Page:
The males have glossy violet feathers on the head and upper parts of the body. The blackish tail has a white tip, and barred outer feathers. The most spectacular feature is the brightly iridescent violet chin and upper breast. The belly is white with broad black, green or violet bars. Mature males also have a red eye-ring. The closely related species, C. amethystinus has a glossy blue-violet throat patch rather than reddish violet of this cuckoo.
The females have mottled, greenish-bronze upper parts and a dark brown crown. There are white markings around the eyes and sometimes on the forehead. The central tail feathers are greenish while the outer feathers are rufous with greenish bars. The outer rectrices are barred black and white. The breast is whitish with bronze-green bars and variably washed rufous markings.
Juveniles have barred rufous and greenish bronze feathers on the upper parts of the body, a bright rufous crown, rufous and mottled green or brown wings, a barred brown and rufous tail and brown-barred white under parts.
Distribution and habitat
The violet cuckoo is found from north-eastern India to Southeast Asia, Greater Sundas, Palawan and the Philippines. Southern populations are resident, while northern populations in locations such as Assam and Bangladesh appear to be migratory.
Its natural habitats are subtropical or tropical moist lowland forests and subtropical or tropical mangrove forests. It is also seen in gardens,orchards, and rubber plantations. It occurs from lowlands up to 1500m, but mainly below 700m.
The species is reported to be uncommon throughout its range. However, because it has a wide range, the species is not considered to be threatened by the IUCN. However one source suggests that the species is threatened in areas of its range because of habitat loss.
Violet cuckoos are insectivorous but they will also eat fruit. They have been seen shaking hairy caterpillars to remove the stomach contents for consumption. They forage by creeping up and down branches, but they can also flycatch on the wing.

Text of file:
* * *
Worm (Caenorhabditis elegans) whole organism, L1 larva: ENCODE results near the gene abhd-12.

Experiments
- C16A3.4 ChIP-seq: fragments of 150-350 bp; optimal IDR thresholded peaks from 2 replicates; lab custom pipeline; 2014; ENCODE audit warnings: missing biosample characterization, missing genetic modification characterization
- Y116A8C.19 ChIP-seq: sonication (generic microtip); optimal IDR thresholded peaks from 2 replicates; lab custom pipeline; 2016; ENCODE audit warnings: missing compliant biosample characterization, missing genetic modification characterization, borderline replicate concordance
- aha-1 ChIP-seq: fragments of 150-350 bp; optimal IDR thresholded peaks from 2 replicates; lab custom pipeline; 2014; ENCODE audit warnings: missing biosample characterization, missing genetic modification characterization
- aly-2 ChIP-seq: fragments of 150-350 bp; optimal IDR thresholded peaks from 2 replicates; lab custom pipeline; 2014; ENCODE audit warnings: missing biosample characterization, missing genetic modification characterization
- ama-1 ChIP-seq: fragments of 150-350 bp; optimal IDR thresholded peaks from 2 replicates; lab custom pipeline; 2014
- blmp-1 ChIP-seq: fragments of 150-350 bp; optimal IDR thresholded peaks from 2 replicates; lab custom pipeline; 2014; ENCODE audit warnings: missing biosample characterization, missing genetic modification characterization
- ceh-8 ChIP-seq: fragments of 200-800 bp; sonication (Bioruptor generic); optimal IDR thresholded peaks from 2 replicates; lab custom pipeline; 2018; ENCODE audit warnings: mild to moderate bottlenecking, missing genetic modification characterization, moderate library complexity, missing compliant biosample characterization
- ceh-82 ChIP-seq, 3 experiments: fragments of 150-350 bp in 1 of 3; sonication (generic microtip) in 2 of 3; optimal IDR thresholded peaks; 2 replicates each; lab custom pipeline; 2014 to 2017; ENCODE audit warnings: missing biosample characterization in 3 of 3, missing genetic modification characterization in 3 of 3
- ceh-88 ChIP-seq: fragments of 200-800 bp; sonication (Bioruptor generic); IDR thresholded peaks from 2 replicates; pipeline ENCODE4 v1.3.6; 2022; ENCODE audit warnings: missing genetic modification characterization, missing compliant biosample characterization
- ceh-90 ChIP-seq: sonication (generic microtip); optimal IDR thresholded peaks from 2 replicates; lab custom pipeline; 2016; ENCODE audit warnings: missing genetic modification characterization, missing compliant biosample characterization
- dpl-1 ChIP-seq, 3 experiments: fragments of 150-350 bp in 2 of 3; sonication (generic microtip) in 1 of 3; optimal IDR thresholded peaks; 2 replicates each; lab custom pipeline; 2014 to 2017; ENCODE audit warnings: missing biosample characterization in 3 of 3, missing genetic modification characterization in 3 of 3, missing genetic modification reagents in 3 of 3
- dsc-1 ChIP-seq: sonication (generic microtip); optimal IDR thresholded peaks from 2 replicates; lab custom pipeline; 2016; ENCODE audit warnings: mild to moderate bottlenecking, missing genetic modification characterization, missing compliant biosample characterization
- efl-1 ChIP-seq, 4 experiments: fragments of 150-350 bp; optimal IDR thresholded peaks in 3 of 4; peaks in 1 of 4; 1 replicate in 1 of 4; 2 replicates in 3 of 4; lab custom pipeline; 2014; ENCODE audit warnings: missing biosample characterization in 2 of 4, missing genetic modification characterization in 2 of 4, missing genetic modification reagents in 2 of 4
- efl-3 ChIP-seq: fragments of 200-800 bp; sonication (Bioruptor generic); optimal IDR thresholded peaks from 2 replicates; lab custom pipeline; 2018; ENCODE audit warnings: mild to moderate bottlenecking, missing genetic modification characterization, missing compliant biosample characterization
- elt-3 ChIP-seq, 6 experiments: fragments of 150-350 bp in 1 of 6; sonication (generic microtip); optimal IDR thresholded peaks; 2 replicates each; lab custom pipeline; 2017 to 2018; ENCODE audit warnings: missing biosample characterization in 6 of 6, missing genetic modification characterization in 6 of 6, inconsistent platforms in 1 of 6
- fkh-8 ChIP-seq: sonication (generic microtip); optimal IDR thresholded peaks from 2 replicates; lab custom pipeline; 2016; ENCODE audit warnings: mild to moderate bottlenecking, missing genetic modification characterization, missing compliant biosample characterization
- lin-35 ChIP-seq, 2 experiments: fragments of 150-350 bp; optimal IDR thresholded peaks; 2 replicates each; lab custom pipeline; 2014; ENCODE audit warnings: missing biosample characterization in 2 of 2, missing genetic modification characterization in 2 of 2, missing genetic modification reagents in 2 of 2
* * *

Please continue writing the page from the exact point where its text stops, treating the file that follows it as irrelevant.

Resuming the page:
Cuckoos are brood parasites and lay their eggs in the nests of other birds. The males are active and vocal during the breeding season in order to attract mates. Once they have mated, the females become secretive as they search for appropriate nests in which to lay their eggs.
Host species recorded for the violet cuckoo are sunbirds and spiderhunters (thirteen species of the genus Arachnothera, small birds related to sunbirds). Host species often recognise adult cuckoos as a threat and chase them off, but then do not recognise that the cuckoo eggs in the nest are aliens. Cuckoo chicks are usually larger than host chicks. The chicks of many cuckoo species have been observed to throw the host chicks out of the nest, although this behaviour has not been recorded for the violet cuckoo yet.
- BirdLife International (2012). "Chrysococcyx xanthorhynchus". IUCN Red List of Threatened Species. Version 2013.2. International Union for Conservation of Nature. Retrieved 26 November 2013.
- "Chrysococcyx xanthorhynchus". BirdForum. Retrieved 4 February 2014.
- "Chrysococcyx xanthorhynchus". The IUCN Red List of Threatened Species. Retrieved 4 February 2014.
- "Chrysococcyx xanthorhynchus". The Dna of Singapore. Retrieved 4 February 2014.